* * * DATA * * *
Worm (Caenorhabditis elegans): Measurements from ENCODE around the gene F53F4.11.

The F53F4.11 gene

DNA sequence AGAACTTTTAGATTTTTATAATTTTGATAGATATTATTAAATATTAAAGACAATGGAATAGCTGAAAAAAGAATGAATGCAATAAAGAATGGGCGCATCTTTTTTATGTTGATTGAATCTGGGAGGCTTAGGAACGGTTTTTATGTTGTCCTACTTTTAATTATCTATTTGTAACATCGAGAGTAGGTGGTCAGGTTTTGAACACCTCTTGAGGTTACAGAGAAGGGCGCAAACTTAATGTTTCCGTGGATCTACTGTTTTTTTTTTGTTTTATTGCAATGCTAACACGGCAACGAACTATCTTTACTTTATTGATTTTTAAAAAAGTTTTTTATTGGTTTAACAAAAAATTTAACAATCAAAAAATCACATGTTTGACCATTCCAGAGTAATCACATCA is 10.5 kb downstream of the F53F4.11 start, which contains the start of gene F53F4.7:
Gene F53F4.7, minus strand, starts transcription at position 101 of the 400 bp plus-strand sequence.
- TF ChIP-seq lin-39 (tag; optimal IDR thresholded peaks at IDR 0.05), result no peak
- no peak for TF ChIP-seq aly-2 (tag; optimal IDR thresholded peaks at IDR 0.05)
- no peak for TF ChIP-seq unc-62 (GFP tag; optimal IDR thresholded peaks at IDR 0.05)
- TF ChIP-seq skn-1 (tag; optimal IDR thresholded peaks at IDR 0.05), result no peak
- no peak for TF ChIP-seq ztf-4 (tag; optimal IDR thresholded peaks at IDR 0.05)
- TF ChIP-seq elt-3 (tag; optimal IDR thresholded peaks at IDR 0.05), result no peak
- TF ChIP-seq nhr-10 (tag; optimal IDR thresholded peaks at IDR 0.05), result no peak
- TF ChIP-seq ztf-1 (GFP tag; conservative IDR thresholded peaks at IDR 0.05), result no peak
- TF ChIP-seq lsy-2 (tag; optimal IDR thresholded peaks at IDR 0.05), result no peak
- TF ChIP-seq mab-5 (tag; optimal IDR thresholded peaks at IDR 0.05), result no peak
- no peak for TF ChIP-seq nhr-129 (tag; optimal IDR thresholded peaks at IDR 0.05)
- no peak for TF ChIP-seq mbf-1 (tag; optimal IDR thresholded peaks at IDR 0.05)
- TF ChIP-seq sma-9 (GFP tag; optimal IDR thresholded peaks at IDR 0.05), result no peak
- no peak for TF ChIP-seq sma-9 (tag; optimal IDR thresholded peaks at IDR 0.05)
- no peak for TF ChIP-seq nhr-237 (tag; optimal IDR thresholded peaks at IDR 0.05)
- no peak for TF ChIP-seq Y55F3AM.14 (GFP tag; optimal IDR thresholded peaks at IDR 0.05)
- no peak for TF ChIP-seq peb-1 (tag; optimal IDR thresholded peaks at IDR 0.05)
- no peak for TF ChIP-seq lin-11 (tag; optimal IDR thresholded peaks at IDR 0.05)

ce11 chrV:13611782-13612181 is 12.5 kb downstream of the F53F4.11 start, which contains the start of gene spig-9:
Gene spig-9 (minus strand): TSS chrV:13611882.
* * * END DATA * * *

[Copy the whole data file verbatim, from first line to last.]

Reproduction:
Worm (Caenorhabditis elegans): Measurements from ENCODE around the gene F53F4.11.

The F53F4.11 gene

DNA sequence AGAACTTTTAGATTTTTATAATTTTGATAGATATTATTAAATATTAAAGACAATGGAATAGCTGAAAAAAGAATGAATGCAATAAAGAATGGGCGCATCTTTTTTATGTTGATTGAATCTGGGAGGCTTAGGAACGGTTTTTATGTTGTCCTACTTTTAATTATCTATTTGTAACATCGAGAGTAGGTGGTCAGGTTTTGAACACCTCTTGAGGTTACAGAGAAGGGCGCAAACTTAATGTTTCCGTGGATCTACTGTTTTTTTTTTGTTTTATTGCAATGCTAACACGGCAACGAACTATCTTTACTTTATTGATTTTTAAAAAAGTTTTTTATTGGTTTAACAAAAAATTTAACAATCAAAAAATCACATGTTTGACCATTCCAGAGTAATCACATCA is 10.5 kb downstream of the F53F4.11 start, which contains the start of gene F53F4.7:
Gene F53F4.7, minus strand, starts transcription at position 101 of the 400 bp plus-strand sequence.
- TF ChIP-seq lin-39 (tag; optimal IDR thresholded peaks at IDR 0.05), result no peak
- no peak for TF ChIP-seq aly-2 (tag; optimal IDR thresholded peaks at IDR 0.05)
- no peak for TF ChIP-seq unc-62 (GFP tag; optimal IDR thresholded peaks at IDR 0.05)
- TF ChIP-seq skn-1 (tag; optimal IDR thresholded peaks at IDR 0.05), result no peak
- no peak for TF ChIP-seq ztf-4 (tag; optimal IDR thresholded peaks at IDR 0.05)
- TF ChIP-seq elt-3 (tag; optimal IDR thresholded peaks at IDR 0.05), result no peak
- TF ChIP-seq nhr-10 (tag; optimal IDR thresholded peaks at IDR 0.05), result no peak
- TF ChIP-seq ztf-1 (GFP tag; conservative IDR thresholded peaks at IDR 0.05), result no peak
- TF ChIP-seq lsy-2 (tag; optimal IDR thresholded peaks at IDR 0.05), result no peak
- TF ChIP-seq mab-5 (tag; optimal IDR thresholded peaks at IDR 0.05), result no peak
- no peak for TF ChIP-seq nhr-129 (tag; optimal IDR thresholded peaks at IDR 0.05)
- no peak for TF ChIP-seq mbf-1 (tag; optimal IDR thresholded peaks at IDR 0.05)
- TF ChIP-seq sma-9 (GFP tag; optimal IDR thresholded peaks at IDR 0.05), result no peak
- no peak for TF ChIP-seq sma-9 (tag; optimal IDR thresholded peaks at IDR 0.05)
- no peak for TF ChIP-seq nhr-237 (tag; optimal IDR thresholded peaks at IDR 0.05)
- no peak for TF ChIP-seq Y55F3AM.14 (GFP tag; optimal IDR thresholded peaks at IDR 0.05)
- no peak for TF ChIP-seq peb-1 (tag; optimal IDR thresholded peaks at IDR 0.05)
- no peak for TF ChIP-seq lin-11 (tag; optimal IDR thresholded peaks at IDR 0.05)

ce11 chrV:13611782-13612181 is 12.5 kb downstream of the F53F4.11 start, which contains the start of gene spig-9:
Gene spig-9 (minus strand): TSS chrV:13611882.